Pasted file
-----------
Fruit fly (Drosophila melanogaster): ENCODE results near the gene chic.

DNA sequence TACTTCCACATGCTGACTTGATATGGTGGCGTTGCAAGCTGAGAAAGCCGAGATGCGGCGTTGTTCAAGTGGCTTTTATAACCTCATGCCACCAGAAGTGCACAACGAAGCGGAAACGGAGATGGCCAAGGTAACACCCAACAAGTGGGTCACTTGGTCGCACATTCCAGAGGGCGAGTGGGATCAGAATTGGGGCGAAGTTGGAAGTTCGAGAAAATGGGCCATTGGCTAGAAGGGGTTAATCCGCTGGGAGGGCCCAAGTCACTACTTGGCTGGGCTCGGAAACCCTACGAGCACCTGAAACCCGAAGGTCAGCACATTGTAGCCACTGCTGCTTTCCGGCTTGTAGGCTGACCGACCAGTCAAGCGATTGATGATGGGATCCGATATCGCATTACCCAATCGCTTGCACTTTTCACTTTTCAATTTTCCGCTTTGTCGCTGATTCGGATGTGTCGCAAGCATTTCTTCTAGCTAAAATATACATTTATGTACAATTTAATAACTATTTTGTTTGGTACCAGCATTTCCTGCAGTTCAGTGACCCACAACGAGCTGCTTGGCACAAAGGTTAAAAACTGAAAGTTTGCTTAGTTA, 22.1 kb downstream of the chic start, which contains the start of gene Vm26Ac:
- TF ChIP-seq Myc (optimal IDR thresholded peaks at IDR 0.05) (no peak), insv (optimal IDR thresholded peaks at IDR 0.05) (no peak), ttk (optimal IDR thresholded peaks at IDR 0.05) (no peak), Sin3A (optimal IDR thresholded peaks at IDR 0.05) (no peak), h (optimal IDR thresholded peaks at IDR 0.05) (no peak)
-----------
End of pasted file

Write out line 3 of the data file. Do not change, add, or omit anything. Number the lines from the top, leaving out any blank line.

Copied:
- TF ChIP-seq Myc (optimal IDR thresholded peaks at IDR 0.05) (no peak), insv (optimal IDR thresholded peaks at IDR 0.05) (no peak), ttk (optimal IDR thresholded peaks at IDR 0.05) (no peak), Sin3A (optimal IDR thresholded peaks at IDR 0.05) (no peak), h (optimal IDR thresholded peaks at IDR 0.05) (no peak)